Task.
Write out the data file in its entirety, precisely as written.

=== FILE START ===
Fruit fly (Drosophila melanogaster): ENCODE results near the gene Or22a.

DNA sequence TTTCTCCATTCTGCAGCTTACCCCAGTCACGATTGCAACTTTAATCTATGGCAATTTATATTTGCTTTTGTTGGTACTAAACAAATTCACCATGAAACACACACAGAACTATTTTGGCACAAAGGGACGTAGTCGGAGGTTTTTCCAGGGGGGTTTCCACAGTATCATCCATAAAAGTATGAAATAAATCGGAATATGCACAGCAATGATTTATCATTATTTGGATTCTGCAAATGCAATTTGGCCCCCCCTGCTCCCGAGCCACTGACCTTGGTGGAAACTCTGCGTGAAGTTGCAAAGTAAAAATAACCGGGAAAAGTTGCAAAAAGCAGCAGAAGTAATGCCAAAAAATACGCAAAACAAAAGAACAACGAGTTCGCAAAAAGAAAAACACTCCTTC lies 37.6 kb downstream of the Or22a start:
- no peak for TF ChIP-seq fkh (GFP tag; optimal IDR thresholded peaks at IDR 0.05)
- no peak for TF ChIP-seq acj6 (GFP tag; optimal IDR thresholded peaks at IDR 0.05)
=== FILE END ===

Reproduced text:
Fruit fly (Drosophila melanogaster): ENCODE results near the gene Or22a.

DNA sequence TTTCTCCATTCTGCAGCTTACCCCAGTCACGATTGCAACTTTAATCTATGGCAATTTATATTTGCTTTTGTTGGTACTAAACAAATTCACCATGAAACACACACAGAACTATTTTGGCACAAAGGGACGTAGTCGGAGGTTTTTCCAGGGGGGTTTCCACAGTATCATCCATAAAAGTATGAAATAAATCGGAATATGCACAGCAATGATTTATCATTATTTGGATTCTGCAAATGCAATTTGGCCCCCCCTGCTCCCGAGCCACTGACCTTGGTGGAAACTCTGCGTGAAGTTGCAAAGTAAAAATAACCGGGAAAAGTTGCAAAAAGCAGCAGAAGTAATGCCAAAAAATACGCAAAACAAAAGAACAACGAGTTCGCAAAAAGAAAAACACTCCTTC lies 37.6 kb downstream of the Or22a start:
- no peak for TF ChIP-seq fkh (GFP tag; optimal IDR thresholded peaks at IDR 0.05)
- no peak for TF ChIP-seq acj6 (GFP tag; optimal IDR thresholded peaks at IDR 0.05)